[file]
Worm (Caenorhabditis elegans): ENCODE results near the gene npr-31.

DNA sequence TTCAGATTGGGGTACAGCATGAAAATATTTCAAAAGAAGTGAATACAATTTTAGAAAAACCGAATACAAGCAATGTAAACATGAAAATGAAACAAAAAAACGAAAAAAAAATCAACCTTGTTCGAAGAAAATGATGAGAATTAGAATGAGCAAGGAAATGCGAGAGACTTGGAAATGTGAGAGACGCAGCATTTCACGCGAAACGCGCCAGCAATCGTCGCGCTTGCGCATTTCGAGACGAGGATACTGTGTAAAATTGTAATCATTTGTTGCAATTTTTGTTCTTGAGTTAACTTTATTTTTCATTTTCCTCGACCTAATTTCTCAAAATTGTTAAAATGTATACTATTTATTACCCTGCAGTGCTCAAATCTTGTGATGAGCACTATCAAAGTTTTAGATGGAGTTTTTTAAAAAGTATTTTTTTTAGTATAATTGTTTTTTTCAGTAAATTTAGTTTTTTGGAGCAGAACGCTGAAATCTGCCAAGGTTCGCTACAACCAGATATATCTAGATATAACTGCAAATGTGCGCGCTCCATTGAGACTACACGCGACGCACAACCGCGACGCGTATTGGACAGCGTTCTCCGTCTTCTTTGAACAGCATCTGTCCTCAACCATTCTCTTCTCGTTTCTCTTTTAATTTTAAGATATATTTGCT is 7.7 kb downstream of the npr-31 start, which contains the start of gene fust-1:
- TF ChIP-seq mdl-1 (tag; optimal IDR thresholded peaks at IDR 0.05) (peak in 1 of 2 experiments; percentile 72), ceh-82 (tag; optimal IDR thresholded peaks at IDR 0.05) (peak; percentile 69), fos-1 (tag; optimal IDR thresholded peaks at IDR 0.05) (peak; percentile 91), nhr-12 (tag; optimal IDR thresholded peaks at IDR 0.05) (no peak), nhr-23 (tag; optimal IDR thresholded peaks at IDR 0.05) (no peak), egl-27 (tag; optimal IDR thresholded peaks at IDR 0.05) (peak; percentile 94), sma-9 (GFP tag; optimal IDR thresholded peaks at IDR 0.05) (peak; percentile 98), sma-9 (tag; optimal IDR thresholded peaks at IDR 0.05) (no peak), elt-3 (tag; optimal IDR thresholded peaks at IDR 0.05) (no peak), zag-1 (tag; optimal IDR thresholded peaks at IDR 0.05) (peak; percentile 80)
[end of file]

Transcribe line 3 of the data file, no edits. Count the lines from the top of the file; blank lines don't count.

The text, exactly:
- TF ChIP-seq mdl-1 (tag; optimal IDR thresholded peaks at IDR 0.05) (peak in 1 of 2 experiments; percentile 72), ceh-82 (tag; optimal IDR thresholded peaks at IDR 0.05) (peak; percentile 69), fos-1 (tag; optimal IDR thresholded peaks at IDR 0.05) (peak; percentile 91), nhr-12 (tag; optimal IDR thresholded peaks at IDR 0.05) (no peak), nhr-23 (tag; optimal IDR thresholded peaks at IDR 0.05) (no peak), egl-27 (tag; optimal IDR thresholded peaks at IDR 0.05) (peak; percentile 94), sma-9 (GFP tag; optimal IDR thresholded peaks at IDR 0.05) (peak; percentile 98), sma-9 (tag; optimal IDR thresholded peaks at IDR 0.05) (no peak), elt-3 (tag; optimal IDR thresholded peaks at IDR 0.05) (no peak), zag-1 (tag; optimal IDR thresholded peaks at IDR 0.05) (peak; percentile 80)